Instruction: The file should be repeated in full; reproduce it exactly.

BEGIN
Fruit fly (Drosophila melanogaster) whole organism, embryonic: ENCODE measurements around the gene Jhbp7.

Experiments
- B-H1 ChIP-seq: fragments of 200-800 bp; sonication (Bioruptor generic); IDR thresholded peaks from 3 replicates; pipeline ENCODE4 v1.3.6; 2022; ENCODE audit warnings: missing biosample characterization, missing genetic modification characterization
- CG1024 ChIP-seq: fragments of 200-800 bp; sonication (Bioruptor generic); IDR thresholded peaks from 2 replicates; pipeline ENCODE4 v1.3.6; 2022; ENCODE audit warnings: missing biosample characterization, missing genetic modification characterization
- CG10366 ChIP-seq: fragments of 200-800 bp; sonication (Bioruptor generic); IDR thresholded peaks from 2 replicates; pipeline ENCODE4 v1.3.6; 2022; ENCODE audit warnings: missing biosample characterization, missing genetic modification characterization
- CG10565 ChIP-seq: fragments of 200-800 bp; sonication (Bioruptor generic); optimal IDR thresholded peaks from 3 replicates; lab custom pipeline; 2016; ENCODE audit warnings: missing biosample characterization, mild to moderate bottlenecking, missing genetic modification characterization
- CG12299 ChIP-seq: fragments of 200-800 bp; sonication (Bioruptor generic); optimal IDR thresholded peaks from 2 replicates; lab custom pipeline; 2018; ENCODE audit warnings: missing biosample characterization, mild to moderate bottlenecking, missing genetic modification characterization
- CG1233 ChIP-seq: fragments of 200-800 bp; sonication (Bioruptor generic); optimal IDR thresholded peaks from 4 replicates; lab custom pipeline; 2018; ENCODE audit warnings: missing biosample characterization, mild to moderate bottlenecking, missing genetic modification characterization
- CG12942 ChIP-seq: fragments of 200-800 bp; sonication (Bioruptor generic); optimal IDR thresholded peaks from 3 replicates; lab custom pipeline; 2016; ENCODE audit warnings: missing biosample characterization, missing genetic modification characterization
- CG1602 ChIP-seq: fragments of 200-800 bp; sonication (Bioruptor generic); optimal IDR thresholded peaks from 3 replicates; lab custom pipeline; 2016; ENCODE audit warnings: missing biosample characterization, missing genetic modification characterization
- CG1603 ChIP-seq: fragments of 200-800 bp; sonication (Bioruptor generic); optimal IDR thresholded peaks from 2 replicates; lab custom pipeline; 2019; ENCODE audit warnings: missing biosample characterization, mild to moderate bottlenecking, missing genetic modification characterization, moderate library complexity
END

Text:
Fruit fly (Drosophila melanogaster) whole organism, embryonic: ENCODE measurements around the gene Jhbp7.

Experiments
- B-H1 ChIP-seq: fragments of 200-800 bp; sonication (Bioruptor generic); IDR thresholded peaks from 3 replicates; pipeline ENCODE4 v1.3.6; 2022; ENCODE audit warnings: missing biosample characterization, missing genetic modification characterization
- CG1024 ChIP-seq: fragments of 200-800 bp; sonication (Bioruptor generic); IDR thresholded peaks from 2 replicates; pipeline ENCODE4 v1.3.6; 2022; ENCODE audit warnings: missing biosample characterization, missing genetic modification characterization
- CG10366 ChIP-seq: fragments of 200-800 bp; sonication (Bioruptor generic); IDR thresholded peaks from 2 replicates; pipeline ENCODE4 v1.3.6; 2022; ENCODE audit warnings: missing biosample characterization, missing genetic modification characterization
- CG10565 ChIP-seq: fragments of 200-800 bp; sonication (Bioruptor generic); optimal IDR thresholded peaks from 3 replicates; lab custom pipeline; 2016; ENCODE audit warnings: missing biosample characterization, mild to moderate bottlenecking, missing genetic modification characterization
- CG12299 ChIP-seq: fragments of 200-800 bp; sonication (Bioruptor generic); optimal IDR thresholded peaks from 2 replicates; lab custom pipeline; 2018; ENCODE audit warnings: missing biosample characterization, mild to moderate bottlenecking, missing genetic modification characterization
- CG1233 ChIP-seq: fragments of 200-800 bp; sonication (Bioruptor generic); optimal IDR thresholded peaks from 4 replicates; lab custom pipeline; 2018; ENCODE audit warnings: missing biosample characterization, mild to moderate bottlenecking, missing genetic modification characterization
- CG12942 ChIP-seq: fragments of 200-800 bp; sonication (Bioruptor generic); optimal IDR thresholded peaks from 3 replicates; lab custom pipeline; 2016; ENCODE audit warnings: missing biosample characterization, missing genetic modification characterization
- CG1602 ChIP-seq: fragments of 200-800 bp; sonication (Bioruptor generic); optimal IDR thresholded peaks from 3 replicates; lab custom pipeline; 2016; ENCODE audit warnings: missing biosample characterization, missing genetic modification characterization
- CG1603 ChIP-seq: fragments of 200-800 bp; sonication (Bioruptor generic); optimal IDR thresholded peaks from 2 replicates; lab custom pipeline; 2019; ENCODE audit warnings: missing biosample characterization, mild to moderate bottlenecking, missing genetic modification characterization, moderate library complexity